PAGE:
Subsidy estimates in this analysis are for nonexpansion states only, as they are necessary to make the coverage expansion work. Increasing subsidies would affect all states and would cost considerably more than shown here.
In this brief, we examine the coverage and cost impacts of three alternative approaches to filling the gap:
- Option 1. In nonexpansion states, use existing ACA subsidies to extend federal marketplace coverage to people with incomes under 100 percent of FPL, not counting the temporary increase in premium tax credits under the American Rescue Plan Act (ARPA).
- Option 2. In nonexpansion states, extend federal marketplace coverage to people with incomes under 100 percent of FPL but with enhanced premium subsidies, consistent with the ARPA.
- Option 3. In nonexpansion states, extend federal marketplace coverage to people with incomes under 100 percent of FPL but with enhanced premium and cost-sharing subsidies. We assume the subsidy schedule described below, which is consistent with a bill sponsored by Senator Shaheen (D–N.H.) and other members of Congress.6 This bill has the same premium tax credit schedule as that in the ARPA but with additional cost-sharing reductions.
- Medicaid expansion. We show the results if nonexpansion states were to adopt the Medicaid expansion. We model this to see the differences between expanding marketplace coverage and expanding Medicaid eligibility.
Premium and Cost-Sharing Subsidy Schedules
Table 1 shows premium and cost-sharing subsidies under each of the three options. The first column shows these subsidies before the ARPA’s enactment. This schedule would be reinstated after 2022 without subsequent legislation to make the ARPA enhanced tax credits permanent.7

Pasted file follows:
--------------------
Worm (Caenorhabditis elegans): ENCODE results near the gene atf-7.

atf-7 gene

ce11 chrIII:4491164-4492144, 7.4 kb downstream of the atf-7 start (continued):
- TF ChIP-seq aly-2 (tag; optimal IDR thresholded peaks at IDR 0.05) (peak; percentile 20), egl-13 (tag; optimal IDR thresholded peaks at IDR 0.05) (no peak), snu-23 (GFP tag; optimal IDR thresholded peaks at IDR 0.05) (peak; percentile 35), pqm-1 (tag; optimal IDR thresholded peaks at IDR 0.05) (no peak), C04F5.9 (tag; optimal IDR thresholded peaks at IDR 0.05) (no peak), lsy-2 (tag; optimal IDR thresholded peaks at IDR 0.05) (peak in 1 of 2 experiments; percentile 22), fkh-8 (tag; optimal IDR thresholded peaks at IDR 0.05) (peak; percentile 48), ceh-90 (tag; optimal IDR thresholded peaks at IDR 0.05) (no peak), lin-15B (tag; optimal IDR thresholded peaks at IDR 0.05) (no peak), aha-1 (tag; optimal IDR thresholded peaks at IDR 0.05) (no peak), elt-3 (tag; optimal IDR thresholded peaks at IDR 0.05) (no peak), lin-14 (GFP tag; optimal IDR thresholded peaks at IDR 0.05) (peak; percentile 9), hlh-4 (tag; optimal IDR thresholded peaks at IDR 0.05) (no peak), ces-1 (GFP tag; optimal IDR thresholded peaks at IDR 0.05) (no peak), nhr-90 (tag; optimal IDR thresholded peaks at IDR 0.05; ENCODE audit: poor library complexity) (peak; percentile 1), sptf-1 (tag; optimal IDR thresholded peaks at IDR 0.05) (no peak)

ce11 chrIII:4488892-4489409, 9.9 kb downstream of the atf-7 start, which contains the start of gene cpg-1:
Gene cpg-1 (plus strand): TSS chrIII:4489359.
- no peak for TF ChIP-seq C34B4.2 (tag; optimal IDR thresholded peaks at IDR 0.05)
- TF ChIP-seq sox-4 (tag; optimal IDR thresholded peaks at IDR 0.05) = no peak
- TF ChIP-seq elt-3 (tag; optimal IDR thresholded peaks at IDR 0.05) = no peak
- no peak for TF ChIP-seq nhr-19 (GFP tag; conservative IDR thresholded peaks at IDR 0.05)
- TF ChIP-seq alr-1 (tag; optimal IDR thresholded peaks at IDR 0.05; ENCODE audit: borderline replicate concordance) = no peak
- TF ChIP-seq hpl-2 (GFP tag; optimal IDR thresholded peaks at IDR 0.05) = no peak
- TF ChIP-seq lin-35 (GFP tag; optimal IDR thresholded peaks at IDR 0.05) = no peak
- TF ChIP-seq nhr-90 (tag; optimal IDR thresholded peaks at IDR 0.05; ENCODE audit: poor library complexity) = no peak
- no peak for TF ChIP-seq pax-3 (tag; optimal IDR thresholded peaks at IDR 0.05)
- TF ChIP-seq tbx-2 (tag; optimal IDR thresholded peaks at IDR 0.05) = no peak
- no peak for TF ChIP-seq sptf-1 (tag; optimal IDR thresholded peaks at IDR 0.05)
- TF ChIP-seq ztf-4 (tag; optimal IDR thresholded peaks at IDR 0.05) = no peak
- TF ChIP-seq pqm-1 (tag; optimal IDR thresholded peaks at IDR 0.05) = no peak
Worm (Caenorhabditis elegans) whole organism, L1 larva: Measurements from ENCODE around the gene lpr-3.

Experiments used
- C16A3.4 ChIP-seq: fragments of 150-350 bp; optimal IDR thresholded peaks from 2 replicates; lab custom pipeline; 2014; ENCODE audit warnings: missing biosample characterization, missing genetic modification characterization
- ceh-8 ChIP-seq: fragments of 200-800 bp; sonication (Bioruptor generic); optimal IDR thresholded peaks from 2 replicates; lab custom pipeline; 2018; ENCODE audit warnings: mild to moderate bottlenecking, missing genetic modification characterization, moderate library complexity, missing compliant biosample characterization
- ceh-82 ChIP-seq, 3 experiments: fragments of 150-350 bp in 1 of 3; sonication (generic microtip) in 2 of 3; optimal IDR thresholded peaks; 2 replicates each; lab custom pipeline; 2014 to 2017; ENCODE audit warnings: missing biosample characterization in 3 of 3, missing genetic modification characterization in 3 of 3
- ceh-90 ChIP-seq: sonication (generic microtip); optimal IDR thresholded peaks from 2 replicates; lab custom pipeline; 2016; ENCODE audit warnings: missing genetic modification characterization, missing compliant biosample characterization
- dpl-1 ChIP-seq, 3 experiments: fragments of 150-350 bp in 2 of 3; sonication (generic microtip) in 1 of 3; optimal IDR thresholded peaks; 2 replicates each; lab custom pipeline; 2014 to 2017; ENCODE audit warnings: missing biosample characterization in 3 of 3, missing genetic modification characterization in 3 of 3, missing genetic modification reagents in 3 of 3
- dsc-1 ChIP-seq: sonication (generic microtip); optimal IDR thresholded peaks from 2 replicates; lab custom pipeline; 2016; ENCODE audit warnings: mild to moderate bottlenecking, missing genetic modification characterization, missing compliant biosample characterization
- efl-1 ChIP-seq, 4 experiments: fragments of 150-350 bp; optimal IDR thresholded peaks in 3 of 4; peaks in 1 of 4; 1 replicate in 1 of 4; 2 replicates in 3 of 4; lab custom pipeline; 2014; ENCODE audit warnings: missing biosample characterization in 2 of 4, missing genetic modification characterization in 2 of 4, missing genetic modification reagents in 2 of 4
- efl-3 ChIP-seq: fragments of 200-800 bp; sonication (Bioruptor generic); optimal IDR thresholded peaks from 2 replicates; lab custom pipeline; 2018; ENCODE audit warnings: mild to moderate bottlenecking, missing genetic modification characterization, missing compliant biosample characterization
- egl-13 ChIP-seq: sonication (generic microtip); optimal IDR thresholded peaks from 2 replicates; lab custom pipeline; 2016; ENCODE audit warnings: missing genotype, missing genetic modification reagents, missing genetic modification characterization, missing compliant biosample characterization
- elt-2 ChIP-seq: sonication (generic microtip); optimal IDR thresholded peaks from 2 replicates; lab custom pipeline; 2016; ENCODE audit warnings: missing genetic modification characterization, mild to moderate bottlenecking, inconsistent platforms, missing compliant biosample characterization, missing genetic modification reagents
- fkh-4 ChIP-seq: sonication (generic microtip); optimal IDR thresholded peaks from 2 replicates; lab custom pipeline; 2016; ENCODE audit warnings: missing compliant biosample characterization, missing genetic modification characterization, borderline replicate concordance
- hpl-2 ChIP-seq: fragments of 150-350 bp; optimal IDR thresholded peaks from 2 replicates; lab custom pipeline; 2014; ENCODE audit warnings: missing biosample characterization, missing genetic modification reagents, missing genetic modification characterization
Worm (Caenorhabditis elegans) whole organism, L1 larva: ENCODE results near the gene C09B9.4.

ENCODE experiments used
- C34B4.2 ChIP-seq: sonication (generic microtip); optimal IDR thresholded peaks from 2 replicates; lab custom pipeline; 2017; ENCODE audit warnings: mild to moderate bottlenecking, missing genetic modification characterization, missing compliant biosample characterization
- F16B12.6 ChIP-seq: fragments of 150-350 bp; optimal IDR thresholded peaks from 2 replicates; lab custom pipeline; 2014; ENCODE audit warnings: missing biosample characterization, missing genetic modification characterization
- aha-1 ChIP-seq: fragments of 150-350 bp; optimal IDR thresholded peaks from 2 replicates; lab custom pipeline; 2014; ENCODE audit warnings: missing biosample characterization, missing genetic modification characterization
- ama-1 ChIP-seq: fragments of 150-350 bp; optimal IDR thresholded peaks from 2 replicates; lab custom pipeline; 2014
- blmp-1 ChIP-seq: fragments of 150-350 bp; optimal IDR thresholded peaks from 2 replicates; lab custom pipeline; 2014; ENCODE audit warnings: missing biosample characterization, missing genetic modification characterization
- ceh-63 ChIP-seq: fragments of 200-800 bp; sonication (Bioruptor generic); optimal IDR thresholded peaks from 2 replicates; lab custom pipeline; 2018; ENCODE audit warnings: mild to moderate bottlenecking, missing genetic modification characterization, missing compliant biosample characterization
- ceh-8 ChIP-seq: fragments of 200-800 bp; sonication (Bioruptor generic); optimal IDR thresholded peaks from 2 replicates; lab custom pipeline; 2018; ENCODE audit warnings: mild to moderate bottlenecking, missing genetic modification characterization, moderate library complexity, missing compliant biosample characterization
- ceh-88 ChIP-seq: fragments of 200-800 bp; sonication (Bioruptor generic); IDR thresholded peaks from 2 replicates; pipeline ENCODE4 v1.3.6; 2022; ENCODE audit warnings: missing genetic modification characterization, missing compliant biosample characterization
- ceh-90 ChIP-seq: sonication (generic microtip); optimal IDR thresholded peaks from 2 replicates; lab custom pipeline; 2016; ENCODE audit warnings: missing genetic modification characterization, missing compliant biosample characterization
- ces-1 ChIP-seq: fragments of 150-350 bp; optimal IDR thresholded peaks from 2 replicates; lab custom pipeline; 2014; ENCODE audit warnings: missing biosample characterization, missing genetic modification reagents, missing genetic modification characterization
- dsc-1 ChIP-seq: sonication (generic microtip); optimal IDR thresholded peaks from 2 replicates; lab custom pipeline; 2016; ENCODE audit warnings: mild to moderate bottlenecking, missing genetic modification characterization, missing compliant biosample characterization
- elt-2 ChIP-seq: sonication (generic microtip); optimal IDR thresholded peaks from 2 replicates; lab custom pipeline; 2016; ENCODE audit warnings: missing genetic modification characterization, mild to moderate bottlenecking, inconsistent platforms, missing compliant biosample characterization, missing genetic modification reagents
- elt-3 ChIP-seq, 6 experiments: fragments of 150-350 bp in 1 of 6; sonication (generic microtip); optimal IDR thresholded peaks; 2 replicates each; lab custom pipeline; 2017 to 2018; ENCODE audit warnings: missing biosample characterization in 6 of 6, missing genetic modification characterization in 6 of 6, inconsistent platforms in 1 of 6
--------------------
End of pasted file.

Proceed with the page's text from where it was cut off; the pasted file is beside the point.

Option 1 has the same premium and cost-sharing subsidies that existed prior to the ARPA but extends subsidy eligibility to people with incomes below 100 percent of FPL. Note that, unlike Medicaid, there are premiums of just over 2 percent of income, with disenrollment for nonpayment.8 Also, coverage is at 94 percent of actuarial value — that is, plans cover 94 percent, on average, of the costs of covered health benefits — while Medicaid coverage generally has zero or nominal cost sharing.9
Option 2 also extends eligibility to people with incomes below 100 percent of FPL but enhances premium subsidies. As shown in Table 1, premium subsidies are considerably more generous at each income level and extend above 400 percent of FPL ($51,520 for an individual and $106,000 for a family of four in 2021). Premiums are eliminated for those below 150 percent of FPL. This option not only extends assistance paying for coverage to those below 100 percent of FPL but also improves affordability for those throughout the income distribution.
Option 3 extends eligibility to people with incomes below 100 percent of FPL but increases both premium and cost-sharing subsidies. Subsidies are tied to the gold plan level. Option 3 also adds a federal reinsurance plan. The main difference between options 2 and 3 is the improvement in cost-sharing subsidies and reinsurance.
Medicaid expansion would mean no premiums and cost sharing below 100 percent of FPL. Premium and cost-sharing subsidy schedules in the marketplaces would remain the same as they were prior to the ARPA.
Exhibit 1 and Table 2 show the coverage effects in 2022 for each option, emphasizing the changes relative to current tax credit eligibility with pre-ARPA premium tax credits.